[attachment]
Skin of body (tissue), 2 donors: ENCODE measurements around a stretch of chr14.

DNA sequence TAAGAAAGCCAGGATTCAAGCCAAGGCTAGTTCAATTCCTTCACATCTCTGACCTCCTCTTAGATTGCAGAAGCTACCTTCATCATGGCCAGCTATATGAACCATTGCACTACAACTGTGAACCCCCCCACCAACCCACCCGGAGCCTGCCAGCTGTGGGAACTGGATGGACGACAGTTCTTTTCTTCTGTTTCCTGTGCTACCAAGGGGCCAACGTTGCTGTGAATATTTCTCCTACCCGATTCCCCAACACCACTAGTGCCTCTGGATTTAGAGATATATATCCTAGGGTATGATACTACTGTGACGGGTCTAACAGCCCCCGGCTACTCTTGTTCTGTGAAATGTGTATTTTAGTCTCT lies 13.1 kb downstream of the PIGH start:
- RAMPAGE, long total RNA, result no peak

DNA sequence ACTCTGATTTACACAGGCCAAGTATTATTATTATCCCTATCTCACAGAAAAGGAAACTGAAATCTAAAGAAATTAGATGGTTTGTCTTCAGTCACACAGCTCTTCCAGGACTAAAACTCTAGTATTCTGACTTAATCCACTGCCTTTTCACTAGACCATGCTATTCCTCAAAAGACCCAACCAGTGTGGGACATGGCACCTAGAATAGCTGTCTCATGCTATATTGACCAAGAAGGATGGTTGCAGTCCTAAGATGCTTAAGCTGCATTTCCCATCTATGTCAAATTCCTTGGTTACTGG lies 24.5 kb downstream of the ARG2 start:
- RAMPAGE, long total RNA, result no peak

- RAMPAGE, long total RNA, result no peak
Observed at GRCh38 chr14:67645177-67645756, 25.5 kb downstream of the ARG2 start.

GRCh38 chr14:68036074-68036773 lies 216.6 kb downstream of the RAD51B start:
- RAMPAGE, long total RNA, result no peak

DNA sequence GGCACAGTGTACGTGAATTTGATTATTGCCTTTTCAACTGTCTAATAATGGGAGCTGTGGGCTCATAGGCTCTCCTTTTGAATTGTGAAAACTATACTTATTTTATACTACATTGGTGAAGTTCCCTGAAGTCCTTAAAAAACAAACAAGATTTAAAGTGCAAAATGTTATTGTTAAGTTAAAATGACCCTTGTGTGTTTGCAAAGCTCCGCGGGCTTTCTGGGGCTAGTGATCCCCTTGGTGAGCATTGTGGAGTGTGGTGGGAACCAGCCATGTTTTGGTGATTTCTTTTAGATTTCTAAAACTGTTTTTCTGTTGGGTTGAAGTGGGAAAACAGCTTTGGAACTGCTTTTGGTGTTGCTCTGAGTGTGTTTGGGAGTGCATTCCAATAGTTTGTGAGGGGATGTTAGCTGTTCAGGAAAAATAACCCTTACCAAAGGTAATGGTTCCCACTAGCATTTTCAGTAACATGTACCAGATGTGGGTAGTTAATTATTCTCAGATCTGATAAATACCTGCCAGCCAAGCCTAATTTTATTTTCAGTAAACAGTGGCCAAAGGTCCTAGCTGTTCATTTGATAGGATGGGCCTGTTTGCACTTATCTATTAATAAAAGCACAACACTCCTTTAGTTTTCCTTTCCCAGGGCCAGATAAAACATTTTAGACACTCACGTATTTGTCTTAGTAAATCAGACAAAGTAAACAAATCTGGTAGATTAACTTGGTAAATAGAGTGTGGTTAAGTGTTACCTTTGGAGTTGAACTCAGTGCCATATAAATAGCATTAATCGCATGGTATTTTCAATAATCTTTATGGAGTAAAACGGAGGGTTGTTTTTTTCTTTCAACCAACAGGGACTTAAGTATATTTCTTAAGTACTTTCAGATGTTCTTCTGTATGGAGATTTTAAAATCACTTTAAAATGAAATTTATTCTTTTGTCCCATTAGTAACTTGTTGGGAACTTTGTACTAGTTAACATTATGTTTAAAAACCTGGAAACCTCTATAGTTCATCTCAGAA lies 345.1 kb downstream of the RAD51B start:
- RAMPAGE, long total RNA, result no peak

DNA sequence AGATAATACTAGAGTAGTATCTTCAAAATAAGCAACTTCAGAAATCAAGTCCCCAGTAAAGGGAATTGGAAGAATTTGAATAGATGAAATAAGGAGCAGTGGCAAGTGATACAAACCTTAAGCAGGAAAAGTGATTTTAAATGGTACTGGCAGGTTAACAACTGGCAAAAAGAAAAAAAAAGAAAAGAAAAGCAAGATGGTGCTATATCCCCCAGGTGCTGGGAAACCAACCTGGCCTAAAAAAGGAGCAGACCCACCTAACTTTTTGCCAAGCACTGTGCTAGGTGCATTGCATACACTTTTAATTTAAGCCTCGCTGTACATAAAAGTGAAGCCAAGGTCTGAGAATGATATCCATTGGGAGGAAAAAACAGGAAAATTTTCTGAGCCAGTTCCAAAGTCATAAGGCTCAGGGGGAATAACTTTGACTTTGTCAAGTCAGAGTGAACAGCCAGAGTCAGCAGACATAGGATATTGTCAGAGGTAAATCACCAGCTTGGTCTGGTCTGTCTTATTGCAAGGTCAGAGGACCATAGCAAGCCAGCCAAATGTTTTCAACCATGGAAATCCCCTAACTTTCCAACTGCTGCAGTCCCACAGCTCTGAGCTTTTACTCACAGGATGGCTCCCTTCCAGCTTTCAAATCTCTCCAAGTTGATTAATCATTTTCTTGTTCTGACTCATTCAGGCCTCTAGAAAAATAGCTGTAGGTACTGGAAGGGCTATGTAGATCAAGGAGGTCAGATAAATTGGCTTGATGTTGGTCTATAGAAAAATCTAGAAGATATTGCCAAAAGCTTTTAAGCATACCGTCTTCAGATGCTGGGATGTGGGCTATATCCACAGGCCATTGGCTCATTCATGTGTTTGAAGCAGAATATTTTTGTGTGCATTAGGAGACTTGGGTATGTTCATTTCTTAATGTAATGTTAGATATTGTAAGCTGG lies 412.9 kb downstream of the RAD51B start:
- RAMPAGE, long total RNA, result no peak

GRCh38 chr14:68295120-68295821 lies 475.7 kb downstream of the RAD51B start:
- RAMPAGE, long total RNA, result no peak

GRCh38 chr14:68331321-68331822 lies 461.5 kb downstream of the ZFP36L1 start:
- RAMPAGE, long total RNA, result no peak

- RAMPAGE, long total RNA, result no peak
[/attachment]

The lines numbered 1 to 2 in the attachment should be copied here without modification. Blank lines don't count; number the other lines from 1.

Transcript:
Skin of body (tissue), 2 donors: ENCODE measurements around a stretch of chr14.

DNA sequence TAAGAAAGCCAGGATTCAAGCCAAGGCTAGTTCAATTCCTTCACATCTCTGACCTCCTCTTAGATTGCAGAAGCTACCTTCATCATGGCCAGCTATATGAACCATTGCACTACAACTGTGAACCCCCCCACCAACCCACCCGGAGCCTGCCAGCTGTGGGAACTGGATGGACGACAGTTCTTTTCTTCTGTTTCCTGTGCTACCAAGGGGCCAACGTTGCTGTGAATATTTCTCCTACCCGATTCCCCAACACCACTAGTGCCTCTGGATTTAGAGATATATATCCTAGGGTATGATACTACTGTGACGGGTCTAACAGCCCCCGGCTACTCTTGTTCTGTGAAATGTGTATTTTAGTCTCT lies 13.1 kb downstream of the PIGH start: